Rights of audience

From Wikipedia, the free encyclopedia
Jump to: navigation, search

In common law, a right of audience is generally a right of a lawyer to appear and conduct proceedings in court on behalf of their client.[1][2] In English law, there is a fundamental distinction between barristers, who have rights of audience in the superior courts, and solicitors, who have rights of audience in the lower courts, unless of course a certificate of advocacy is obtained, which allows a solicitor to represent clients in the superior courts also. However there is no such distinction in American law.

In superior courts, generally only barristers or advocates have a right of audience. Depending on jurisdiction, solicitors may have a right of audience in Magistrates and County or District courts.[2] Further, a person appearing in court without legal representation has a right of audience but a person who is not a lawyer that assists a party to a legal matter in court does not have a right of audience.[citation needed] See D v S (Rights of Audience) [1997] 2 FCR 217

England and Wales[edit]

In English law, a right of audience is a right to appear and conduct proceedings in court.[1]

Traditionally, only barristers had rights of audience in every court in England and Wales, and, as of 2008, they still enjoy rights of audience in every court in England and Wales. However, solicitors have always had rights of audience in the magistrates' court and the county court. Solicitors' clerks have also traditionally been allowed to be heard in proceedings in chambers in the High Court, such as summonses for directions (now known as case management hearings), and subsequent changes have preserved these rights, as explained by District Judge Robert Hill in an article in the Law Society's Gazette. Also, in 1972 Lord Hailsham of St Marylebone, the Lord Chancellor, exercising his powers under the Courts Act 1971, granted solicitors who appear for a defendant in the magistrates' court, the right to appear also in the Crown Court on any appeal or committal for sentence in the case. Lord Hailsham's announcement is here Rights of audience were granted to a wider class of persons under the Courts and Legal Services Act 1990, s.27, as amended by the Access to Justice Act 1999, ss.36-39. The 1999 Act removed earlier restrictions on employed lawyers, such as counsel for corporations, exercising rights of audience (ss.37-38)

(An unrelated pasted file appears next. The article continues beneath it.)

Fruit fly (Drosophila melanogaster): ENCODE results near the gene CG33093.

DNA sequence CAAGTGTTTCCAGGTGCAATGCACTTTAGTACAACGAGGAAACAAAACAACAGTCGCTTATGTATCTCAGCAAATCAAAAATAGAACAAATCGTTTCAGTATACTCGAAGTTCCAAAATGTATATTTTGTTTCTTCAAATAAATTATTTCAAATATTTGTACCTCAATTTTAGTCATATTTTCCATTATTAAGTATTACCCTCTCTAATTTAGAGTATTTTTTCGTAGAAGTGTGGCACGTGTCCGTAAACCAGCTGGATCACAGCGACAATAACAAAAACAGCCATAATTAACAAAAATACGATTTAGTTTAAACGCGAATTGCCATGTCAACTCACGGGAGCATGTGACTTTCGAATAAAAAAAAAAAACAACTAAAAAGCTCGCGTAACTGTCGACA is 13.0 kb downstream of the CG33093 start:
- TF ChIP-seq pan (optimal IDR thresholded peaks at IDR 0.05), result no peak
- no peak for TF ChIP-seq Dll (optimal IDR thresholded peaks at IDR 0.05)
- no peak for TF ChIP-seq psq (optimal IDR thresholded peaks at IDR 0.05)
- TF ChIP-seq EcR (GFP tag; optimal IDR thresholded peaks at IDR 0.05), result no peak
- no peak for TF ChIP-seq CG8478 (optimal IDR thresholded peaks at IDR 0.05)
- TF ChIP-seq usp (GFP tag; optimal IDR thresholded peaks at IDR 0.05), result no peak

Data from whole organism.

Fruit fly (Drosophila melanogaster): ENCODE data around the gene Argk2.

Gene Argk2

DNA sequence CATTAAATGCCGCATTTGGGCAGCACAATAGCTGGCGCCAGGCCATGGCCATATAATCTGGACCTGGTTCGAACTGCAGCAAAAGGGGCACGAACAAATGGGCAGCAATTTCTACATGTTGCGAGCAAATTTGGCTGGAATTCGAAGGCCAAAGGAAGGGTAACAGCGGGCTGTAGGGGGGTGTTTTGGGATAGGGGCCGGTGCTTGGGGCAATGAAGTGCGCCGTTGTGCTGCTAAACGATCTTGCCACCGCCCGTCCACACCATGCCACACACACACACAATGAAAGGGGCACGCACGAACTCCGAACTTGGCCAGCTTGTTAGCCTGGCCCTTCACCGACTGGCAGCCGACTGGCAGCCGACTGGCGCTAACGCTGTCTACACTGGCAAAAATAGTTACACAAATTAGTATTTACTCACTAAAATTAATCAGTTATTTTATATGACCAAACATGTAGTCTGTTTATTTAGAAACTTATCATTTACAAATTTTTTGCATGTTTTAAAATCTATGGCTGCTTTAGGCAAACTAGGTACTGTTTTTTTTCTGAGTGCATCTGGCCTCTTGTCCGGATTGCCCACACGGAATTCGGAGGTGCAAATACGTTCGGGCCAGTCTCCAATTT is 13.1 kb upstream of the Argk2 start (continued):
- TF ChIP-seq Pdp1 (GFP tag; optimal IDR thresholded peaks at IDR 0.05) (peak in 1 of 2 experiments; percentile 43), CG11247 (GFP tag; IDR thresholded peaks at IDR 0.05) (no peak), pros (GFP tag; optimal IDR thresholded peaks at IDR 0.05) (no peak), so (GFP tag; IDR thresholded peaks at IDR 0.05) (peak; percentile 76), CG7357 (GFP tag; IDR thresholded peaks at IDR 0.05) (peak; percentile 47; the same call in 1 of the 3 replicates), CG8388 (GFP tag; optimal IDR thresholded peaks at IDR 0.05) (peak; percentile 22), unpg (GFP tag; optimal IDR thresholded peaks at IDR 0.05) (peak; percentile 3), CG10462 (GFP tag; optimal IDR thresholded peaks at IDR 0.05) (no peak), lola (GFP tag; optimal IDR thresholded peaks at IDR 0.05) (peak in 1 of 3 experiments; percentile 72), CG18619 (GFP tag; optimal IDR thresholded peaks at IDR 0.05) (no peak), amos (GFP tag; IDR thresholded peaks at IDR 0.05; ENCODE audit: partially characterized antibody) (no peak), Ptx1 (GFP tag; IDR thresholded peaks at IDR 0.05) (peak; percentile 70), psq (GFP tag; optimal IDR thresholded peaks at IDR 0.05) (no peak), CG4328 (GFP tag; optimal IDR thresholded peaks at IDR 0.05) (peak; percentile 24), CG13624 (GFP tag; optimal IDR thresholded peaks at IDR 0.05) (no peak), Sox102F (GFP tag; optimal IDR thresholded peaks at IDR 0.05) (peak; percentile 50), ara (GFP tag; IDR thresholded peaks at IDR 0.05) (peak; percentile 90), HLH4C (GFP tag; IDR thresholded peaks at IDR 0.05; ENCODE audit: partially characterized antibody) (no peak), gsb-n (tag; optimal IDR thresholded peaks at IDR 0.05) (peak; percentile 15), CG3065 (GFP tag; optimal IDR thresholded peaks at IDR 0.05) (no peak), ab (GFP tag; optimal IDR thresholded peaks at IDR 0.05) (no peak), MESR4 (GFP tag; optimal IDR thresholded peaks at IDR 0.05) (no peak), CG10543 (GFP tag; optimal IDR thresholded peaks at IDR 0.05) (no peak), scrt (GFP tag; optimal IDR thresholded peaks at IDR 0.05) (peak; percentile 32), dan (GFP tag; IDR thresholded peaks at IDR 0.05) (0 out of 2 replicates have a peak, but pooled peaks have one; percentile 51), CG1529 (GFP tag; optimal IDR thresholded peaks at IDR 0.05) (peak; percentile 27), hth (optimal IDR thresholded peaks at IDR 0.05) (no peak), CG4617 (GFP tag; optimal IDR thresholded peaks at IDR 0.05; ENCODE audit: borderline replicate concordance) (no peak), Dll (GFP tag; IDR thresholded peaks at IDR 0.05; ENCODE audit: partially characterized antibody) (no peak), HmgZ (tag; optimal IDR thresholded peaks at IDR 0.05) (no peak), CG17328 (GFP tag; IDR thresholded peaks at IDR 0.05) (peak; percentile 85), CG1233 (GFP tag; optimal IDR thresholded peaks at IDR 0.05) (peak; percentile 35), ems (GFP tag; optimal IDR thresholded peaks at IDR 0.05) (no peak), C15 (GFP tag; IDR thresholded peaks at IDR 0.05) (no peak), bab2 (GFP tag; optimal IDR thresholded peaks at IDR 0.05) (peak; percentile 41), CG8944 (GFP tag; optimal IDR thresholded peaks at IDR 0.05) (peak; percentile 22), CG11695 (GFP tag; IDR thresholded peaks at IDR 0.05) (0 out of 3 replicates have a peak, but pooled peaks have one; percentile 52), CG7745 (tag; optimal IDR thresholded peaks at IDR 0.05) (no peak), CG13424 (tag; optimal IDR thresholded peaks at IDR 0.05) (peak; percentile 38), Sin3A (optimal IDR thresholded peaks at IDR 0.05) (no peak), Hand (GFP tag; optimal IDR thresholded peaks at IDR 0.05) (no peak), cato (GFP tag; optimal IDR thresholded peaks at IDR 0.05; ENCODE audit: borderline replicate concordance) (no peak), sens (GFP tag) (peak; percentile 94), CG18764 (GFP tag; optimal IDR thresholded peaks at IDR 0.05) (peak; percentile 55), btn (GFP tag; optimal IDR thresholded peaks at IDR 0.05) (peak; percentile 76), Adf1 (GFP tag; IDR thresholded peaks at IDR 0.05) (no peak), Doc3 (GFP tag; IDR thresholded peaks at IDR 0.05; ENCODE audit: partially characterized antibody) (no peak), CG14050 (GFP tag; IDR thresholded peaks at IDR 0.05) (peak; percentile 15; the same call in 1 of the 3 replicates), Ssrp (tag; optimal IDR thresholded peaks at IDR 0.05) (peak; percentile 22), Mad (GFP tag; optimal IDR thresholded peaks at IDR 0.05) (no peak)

Courts and Legal Services Act 1990[edit]

The following have rights of audience:

  • Rights granted by authorised bodies:

The Association of Law Costs Draftsmen grants rights to a Costs Lawyer i.e. Fellow of the Association having completed an advocacy course. (Association of Law Costs Draftsmen Order 2006 SI 2006/3333)

On the small claims track, any person may exercise rights of audience, under the Lay Representatives (rights of audience) Order, but only if the party is present at the hearing.[6] Other persons may not exercise rights of audience but may sit with a litigant in person and offer quiet assistance as a McKenzie friend.

Reform[edit]

These rights have been preserved and extended by the Legal Services Act 2007. The relevant provision (section 12) defining "reserved legal activity" to include advocacy services, came into force on 1 January 2010 under the Legal Services Act 2007 (Commencement No. 6, Transitory, Transitional and Saving Provisions) Order 2009. The 2007 Act gave powers to grant rights of audience to:

References[edit]

  1. ^ a b Curzon, L.B. (2002). Dictionary of Law (6th ed. ed.). London: Longman. pp. p.34. ISBN 0-582-43809-8. 
  2. ^ a b Osborn, P G (1993). Osborn's Concise Law Dictionary (7th ed. ed.). London: Sweet & Maxwell. pp. p.39. ISBN 0-421-38900-1. 
  3. ^ Chartered Institute of Patent Agents Order 1999, SI 1999/3137
  4. ^ Institute of Legal Executives Order 1998, SI 1998/1077
  5. ^ Health and Safety at Work etc. Act 1974, s.39
  6. ^ Lay Representatives (Rights of Audience) Order 1999, SI 1999/1225